I’m fascinated by shows such as The Island with Bear Grylls, where ordinary men and women who normally work as car mechanics or hairdressers are abandoned on a Pacific island and have to fend for themselves. Some of them, of course, thrive. Others are on the first boat back for a beer and pizza.
UK general practice is currently littered with analogies to military-style ‘resilience’, which is unsurprising considering the huge pressures we are facing. But what can we really do to help ourselves in these difficult times? How can we ensure survival?
I asked colleagues in Bristol and the Resilient GP Facebook group for their ideas, and I would like to offer you the Ten Commandments for general practice survival, based on a survey of 100 GPs’ coping strategies.
1 Get peer support
There’s something comforting about strength in numbers and the knowledge that others can also experience days from hell.
Whether we chat to our colleagues in the practice, or join a First5 or Balint group, we all need somewhere to vent our frustrations. Sites such as Resilient GP, Doctors.net and Tiko’s GP Group offer much-needed support in the virtual world.1
I know a GP who had a weekly lunch with a GP friend for many years, which had to end when she was asked to work an extra session due to staff shortages. The combined effects of the increased workload and losing her peer support pushed her to the point where she was signed off work with stress. She had underestimated how vital these lunches were to her professional survival.
2 Learn to say ‘no’
Why do we have so much difficulty uttering those two little letters? The answer lies is a complex blend of psychological and behavioural factors, but it is possible for assertiveness skills to be taught.
When workload is mushrooming, we have a choice of either working all hours or saying ‘no’ to some of it. For many GPs this will seem like an unrealistic aspiration. But here’s how you do it.
Say ‘no’ to patients
There are many things we do within consultations that reinforce a patient’s attendance, from issuing a script to writing a letter for housing. If we prescribe lots of antibiotics and other placebos for self-limiting illnesses, we send out a message that the patient needs to see us again for these ailments.
Similarly, if we write the numerous letters that are requested of us, rubber-stamping anything from parachuting to TV appearances, not only are we taking clinical and legal responsibility for it, we are also sending out the message that we are the fall-back position for anyone in a spot of bother.
You can adopt policies as an individual, but it is far easier and less confusing for patients if they are adopted by the whole practice.
Say ‘no’ to other healthcare professionals
When I was working in hospitals, I would always be amused by the number of times ‘Dr informed’ would be recorded in patient notes, as if that would magically absolve nurses of responsibility for a patient. Now I’m in a GP practice, I know it’s not just nurses that do this, but physiotherapists, psychologists, social workers, health visitors and paramedics.
I have enormous respect for all these professionals, who know far more about their specialist area than I do – which is why it is sometimes frustrating to be asked to take responsibility for their roles.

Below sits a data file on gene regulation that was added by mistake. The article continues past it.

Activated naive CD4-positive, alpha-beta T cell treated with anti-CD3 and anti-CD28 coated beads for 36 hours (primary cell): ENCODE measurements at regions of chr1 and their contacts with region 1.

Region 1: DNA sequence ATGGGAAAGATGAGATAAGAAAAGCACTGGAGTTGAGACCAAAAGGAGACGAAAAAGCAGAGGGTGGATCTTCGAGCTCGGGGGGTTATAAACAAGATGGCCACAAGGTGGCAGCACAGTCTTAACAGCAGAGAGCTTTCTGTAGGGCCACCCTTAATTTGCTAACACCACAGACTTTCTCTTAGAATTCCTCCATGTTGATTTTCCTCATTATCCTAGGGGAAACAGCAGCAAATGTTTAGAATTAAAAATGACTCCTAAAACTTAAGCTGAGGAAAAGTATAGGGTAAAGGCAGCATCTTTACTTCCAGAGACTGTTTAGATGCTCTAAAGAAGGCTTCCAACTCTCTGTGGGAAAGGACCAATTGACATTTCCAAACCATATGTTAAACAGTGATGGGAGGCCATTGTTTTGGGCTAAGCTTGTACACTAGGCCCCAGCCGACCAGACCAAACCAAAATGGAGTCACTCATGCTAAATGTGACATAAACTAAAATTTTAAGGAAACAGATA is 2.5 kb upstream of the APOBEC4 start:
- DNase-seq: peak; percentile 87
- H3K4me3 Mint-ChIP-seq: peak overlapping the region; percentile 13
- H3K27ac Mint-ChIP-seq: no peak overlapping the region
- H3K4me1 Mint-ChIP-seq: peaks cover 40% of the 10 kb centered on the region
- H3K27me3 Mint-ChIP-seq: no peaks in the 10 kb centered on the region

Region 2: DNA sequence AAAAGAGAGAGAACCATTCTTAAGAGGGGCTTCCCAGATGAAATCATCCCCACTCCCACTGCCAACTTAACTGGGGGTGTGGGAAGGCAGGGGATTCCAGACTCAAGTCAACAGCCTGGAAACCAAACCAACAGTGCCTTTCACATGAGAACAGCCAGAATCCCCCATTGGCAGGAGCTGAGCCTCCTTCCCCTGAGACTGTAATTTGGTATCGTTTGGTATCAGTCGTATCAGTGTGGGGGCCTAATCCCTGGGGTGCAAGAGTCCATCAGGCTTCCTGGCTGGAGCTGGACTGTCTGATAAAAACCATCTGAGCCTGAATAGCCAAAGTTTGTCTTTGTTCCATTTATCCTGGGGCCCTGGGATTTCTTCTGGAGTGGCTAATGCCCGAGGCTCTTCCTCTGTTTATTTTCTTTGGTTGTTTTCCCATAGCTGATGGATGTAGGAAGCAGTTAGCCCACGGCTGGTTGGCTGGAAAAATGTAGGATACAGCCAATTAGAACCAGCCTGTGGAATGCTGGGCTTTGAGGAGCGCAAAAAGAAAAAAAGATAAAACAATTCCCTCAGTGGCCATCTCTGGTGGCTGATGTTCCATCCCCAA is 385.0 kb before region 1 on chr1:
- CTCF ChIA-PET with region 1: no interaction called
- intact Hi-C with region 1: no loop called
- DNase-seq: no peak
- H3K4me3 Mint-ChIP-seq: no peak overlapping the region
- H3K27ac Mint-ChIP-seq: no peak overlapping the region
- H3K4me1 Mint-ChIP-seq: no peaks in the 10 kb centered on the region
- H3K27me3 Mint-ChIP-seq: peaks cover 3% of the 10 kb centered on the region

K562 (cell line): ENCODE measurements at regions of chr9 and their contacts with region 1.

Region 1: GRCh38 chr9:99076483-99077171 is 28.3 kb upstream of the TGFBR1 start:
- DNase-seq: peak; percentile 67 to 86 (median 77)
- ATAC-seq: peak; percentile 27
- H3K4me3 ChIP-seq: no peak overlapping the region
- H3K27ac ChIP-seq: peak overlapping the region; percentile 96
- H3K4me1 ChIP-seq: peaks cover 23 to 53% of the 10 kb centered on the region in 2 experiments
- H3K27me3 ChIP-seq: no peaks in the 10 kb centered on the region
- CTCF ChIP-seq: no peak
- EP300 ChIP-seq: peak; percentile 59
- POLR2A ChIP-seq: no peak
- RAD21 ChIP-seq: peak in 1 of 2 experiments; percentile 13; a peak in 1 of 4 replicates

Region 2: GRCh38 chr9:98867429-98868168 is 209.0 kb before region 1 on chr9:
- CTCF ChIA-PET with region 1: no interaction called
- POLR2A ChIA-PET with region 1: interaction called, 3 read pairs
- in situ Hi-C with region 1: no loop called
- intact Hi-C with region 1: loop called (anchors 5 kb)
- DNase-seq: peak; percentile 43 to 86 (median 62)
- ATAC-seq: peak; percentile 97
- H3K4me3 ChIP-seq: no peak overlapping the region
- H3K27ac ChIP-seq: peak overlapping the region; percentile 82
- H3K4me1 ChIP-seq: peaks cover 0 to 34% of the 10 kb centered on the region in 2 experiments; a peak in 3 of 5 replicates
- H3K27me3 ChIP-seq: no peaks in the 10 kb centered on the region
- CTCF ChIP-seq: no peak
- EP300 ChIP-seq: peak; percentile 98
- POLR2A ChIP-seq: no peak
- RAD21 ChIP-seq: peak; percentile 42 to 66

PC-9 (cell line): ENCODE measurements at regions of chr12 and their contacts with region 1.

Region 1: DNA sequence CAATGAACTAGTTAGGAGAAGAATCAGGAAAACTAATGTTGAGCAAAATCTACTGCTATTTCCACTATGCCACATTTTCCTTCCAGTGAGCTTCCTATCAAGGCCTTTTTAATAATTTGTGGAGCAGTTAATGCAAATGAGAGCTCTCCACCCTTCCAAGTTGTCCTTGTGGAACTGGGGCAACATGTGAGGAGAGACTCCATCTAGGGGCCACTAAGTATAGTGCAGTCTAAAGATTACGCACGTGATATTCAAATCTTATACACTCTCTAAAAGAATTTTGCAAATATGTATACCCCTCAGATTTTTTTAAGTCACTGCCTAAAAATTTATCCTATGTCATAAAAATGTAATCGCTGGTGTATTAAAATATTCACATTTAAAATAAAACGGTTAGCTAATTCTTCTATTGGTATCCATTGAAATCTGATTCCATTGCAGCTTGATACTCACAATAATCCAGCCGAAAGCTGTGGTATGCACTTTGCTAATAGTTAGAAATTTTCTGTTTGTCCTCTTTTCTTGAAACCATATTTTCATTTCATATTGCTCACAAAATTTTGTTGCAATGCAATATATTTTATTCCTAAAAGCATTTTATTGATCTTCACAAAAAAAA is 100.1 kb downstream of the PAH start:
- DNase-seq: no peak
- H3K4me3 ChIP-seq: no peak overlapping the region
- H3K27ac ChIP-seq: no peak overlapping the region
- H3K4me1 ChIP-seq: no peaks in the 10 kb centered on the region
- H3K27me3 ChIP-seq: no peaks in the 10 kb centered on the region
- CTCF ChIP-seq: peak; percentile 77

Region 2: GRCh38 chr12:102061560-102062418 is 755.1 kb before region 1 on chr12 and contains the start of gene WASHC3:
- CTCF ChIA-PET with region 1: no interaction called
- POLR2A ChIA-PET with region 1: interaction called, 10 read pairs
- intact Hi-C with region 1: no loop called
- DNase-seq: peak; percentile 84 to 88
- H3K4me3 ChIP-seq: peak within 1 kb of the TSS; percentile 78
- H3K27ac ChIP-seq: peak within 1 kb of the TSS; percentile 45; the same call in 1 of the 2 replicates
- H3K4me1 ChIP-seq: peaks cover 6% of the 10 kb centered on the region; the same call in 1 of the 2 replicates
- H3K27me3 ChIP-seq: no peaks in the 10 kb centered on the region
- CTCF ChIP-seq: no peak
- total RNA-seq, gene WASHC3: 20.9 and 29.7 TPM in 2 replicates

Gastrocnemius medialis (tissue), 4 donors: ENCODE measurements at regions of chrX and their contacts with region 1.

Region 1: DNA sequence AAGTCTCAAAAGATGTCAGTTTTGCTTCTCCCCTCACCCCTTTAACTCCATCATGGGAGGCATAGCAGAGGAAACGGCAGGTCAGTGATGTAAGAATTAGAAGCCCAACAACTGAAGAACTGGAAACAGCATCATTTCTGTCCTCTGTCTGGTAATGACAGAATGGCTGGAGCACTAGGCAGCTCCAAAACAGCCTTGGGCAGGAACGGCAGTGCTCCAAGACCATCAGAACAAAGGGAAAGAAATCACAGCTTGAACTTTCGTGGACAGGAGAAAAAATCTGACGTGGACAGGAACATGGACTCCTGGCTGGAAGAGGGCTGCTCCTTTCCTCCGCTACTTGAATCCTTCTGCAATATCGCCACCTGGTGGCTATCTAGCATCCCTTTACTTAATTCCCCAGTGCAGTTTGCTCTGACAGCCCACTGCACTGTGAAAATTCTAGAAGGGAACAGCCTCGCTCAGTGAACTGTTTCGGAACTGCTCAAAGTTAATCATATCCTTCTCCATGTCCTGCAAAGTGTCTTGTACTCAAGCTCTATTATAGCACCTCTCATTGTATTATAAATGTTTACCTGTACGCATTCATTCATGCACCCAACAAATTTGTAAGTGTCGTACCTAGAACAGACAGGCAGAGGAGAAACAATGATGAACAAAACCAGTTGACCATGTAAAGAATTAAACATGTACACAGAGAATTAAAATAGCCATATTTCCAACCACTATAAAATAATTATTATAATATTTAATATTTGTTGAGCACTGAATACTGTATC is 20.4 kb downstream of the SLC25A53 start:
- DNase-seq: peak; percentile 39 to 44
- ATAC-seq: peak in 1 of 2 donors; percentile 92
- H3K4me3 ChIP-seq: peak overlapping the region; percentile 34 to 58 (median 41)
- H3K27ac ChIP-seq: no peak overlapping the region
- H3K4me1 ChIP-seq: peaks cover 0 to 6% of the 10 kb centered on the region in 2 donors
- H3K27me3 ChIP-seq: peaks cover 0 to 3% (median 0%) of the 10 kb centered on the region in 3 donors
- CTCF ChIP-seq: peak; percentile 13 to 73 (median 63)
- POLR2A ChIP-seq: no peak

We have recently seen a huge shift of work from secondary to primary care, without the resources to match it. We can either passively do it all, under the pretext that it is easier for the patients, or we can return the work whence it came.
Many practices have standard letters to manage some of these secondary care requests. The GPC and Londonwide LMCs have produced excellent template letters to assist with this.2
Say ‘no’ to colleagues
Whether we are a GP partner, salaried or a locum, we all need to identify when we are being shafted and do something about it. The perception that we are working harder than anyone else may or may not be true, but without discussing the issues, we will never know.
I needed to reduce my management workload, so I discussed it with my partners and reduced the number of sessions I worked, and arranged for some of it to be redistributed. Likewise, if salaried GPs feel they are doing a disproportionate amount of on-call work or visits then this needs to be questioned.
3 Take breaks
To quote Glasgow GP Dr Margaret McCartney: ‘Coffee time is about much more than coffee’.3 It is a time when we can interact with colleagues and discuss anything from the latest NICE guidelines to who will be the winner of the next reality TV show.
My day is punctuated with short ‘time-outs’, which involve snack breaks, reading Pulse or going on Facebook (don’t tell my practice manager). I know many GPs who will go for regular short walks or enjoy a few minutes of mindfulness in between patients. It is a false economy to forge full steam ahead without ever stopping.
Likewise, annual leave should not be used as a chance to catch up with work, but really to switch off, ideally in a remote area with no wi-fi or mobile signal. If you can’t manage to be marooned on a deserted island, it is still possible to cut yourself off, but you have to be organised enough to clear the decks before you leave and disciplined enough to maintain the distance.
At least one career break is also essential for survival. Although I was sleep deprived and hormonal, my three maternity leaves have still been breaks from work. The last one was nearly five years ago now, so I am starting to think about a sabbatical.
4 Develop a portfolio career
Many GPs have found that working fewer practice sessions helps them to stave off burnout. But the irony is that, with six practice sessions, I am considered to be part time, when I am easily clocking up 37.5 hours per week. I would recommend anything that takes you away from long days at the coalface, if you can afford it, as it is likely to keep you sane.